“I like my name. Thank you for it.”

“You are welcome, my precious child. And now, I want to exercise your mind with a riddle.”

Athena smiled, ready for the challenge.

Her mother began, “Imagine that your father gifts me with a beautiful pear tree. If the main trunk has twenty-four branches, and each branch has twelve boughs, and each bough has six twigs, and each twig bears one piece of fruit, how many plums can the tree produce in one growing season?”

Athena put her finger in her mouth. After a moment, she removed the finger and said, “The tree can bear 1,728 pieces of fruit.”

Metis pressed her hands against her belly. “How wise of you to put it that way, since a pear tree would produce zero plums.”

“I thought you may have misspoken,” Athena explained.

“It was a trick. If you had said that the tree would produce 1,728 plums, you would have been wrong, because pear trees cannot produce plums, but because you said, ‘pieces of fruit,’ you bested me, the goddess of counsel!”

Despite the many riddles her mother told her to pass the time, Athena soon outgrew her cradle and felt suffocated by it.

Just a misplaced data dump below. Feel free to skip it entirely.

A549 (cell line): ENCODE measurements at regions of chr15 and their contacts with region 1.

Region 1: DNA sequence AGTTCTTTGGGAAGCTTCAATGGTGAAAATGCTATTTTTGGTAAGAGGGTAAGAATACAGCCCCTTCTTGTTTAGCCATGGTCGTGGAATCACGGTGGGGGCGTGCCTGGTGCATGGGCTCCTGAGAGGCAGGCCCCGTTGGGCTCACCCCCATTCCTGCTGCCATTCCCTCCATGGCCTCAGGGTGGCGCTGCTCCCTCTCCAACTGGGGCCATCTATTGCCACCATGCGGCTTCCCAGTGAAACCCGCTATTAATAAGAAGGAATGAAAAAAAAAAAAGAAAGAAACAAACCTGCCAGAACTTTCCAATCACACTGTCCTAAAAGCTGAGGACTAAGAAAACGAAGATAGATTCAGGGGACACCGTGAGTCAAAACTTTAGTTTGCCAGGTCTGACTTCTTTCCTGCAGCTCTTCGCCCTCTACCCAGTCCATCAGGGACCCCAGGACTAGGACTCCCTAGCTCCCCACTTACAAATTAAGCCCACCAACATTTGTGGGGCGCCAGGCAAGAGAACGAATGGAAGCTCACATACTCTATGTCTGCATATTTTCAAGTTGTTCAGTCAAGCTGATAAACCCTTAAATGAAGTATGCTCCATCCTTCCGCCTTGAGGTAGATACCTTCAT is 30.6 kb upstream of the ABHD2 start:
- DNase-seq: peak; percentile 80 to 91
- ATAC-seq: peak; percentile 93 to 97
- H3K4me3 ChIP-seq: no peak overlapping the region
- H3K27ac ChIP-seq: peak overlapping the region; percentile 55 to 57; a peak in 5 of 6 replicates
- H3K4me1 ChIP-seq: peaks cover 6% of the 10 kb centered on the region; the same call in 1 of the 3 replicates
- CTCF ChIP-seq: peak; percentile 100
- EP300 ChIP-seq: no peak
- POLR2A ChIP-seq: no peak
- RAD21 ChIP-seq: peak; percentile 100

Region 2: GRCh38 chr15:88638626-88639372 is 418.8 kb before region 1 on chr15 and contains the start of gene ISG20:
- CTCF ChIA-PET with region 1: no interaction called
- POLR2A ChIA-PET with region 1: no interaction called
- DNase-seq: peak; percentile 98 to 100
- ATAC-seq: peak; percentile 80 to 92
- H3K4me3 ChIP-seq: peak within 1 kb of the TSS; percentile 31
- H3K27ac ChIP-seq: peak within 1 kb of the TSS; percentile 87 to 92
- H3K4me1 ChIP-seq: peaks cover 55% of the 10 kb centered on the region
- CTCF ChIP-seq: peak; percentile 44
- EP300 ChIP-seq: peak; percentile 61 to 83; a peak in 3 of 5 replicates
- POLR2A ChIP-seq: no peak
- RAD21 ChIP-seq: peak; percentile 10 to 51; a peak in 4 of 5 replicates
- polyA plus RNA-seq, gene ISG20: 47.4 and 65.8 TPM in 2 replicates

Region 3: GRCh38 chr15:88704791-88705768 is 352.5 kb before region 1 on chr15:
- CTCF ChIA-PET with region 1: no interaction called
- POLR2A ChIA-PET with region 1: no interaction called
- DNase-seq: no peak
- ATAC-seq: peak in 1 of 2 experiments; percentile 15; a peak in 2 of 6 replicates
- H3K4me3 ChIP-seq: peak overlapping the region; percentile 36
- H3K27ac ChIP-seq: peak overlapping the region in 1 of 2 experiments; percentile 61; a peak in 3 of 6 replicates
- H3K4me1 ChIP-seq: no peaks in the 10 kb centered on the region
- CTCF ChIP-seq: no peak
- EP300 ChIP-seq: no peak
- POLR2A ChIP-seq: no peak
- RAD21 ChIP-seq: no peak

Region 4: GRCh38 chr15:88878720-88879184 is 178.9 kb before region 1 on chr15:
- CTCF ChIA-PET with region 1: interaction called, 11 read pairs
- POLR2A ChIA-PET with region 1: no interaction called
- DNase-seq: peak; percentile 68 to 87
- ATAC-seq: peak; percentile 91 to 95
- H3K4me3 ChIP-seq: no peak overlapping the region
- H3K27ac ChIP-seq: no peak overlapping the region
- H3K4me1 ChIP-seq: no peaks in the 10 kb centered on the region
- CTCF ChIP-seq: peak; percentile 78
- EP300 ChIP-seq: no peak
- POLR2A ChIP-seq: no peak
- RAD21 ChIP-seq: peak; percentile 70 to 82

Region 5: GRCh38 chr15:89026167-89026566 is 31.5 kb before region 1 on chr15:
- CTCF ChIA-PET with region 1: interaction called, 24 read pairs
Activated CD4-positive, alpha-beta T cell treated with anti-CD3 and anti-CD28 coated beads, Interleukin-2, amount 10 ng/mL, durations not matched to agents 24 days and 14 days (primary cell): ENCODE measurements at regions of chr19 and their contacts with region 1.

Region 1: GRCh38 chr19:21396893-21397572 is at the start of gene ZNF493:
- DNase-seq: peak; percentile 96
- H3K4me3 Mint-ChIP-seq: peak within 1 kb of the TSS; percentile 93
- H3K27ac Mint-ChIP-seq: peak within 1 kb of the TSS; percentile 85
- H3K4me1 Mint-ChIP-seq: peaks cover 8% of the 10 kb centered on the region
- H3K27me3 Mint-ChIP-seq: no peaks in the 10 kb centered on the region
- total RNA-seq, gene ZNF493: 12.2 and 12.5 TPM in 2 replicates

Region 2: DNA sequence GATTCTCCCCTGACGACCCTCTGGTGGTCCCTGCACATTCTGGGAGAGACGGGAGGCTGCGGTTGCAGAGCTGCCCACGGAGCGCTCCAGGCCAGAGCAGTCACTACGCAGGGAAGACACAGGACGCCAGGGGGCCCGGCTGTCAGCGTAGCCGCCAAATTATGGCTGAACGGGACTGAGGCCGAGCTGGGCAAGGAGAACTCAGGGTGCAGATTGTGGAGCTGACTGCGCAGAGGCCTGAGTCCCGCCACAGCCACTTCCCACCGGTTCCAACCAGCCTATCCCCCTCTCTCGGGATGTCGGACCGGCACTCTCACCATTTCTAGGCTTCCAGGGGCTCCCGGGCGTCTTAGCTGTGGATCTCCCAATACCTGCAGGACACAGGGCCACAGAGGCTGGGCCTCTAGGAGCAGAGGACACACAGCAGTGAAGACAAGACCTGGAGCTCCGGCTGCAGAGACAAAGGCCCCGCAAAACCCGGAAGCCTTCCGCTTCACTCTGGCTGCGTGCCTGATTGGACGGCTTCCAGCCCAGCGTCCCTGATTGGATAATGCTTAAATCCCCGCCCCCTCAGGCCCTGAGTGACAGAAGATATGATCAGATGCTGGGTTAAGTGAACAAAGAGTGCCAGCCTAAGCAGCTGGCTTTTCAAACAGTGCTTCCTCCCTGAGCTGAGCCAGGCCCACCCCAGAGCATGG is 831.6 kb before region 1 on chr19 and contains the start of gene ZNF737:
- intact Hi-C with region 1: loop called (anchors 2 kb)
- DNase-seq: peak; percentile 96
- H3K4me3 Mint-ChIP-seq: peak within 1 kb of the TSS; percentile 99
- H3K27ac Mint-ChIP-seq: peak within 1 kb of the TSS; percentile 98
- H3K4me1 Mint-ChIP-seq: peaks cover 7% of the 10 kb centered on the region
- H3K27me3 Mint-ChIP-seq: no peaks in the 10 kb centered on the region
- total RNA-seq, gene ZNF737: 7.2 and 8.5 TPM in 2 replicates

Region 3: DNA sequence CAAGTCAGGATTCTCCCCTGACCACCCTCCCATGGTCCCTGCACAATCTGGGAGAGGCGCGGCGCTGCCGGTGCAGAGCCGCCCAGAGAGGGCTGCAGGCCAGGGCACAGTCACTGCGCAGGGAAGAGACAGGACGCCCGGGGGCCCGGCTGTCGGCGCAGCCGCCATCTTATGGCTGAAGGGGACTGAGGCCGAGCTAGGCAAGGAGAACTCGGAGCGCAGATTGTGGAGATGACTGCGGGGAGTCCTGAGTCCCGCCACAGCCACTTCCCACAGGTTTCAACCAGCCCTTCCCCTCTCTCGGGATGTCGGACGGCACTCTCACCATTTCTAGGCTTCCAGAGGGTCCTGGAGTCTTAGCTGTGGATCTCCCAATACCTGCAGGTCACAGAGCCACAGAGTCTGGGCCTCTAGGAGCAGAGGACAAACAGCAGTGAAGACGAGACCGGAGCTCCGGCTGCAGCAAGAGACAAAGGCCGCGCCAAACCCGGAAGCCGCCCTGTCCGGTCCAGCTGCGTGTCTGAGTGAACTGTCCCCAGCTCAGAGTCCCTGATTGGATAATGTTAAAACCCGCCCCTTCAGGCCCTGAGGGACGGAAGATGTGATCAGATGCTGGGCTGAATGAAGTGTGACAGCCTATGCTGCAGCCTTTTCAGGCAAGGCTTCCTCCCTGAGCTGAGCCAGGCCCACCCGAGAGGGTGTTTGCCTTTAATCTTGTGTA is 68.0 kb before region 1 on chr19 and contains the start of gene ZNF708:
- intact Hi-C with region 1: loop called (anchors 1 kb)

“Let me out of here,” she said one day.

“You must find your own way out. I will help as much as I can.”

Athena searched for an opening and found one. Her mother bore down as Athena squeezed through, first her head and then the rest of her. When she was free at last, she found herself in another cradle not much bigger than the one she had left, made smaller by the presence of her mother.

Metis embraced her. “Well done, my precious child. When you are stronger, you must do that again.”

“Will you follow me?” Athena asked, still wrapped in her mother’s arms. She pressed her ear against her mother’s bosom and was comforted by the sound of her beating heart.

“It is not my destiny. It is yours.”

Athena’s stomach formed a knot, and tears pooled in her eyes. She would never leave her mother.

About the Author:
Eva Pohler earned her Ph.D. in English in the mid-nineties, specializing in twentieth-century British and American narrative strategies. She has taught writing and literature for over twenty years at a university in San Antonio, her hometown, where she lives with her husband, two of her three adult children, and three rescue dogs.

An award-winning and USA Today bestselling author of over forty novels in multiple genres, Eva writes paranormal mysteries, thrillers, and young adult fantasy based on Greek mythology. Her books have been described as "addictive" and "sure to thrill"--Kirkus Reviews.

Whichever genre you read, you will find an adventure in Eva Pohler's stories. They blur the line between reality and fantasy, truth and delusion, and draw from Eva's personal philosophy that a reader must be lured and abducted into complete captivity in order to enjoy the reading experience.

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A signed paperback copy of Dionysus,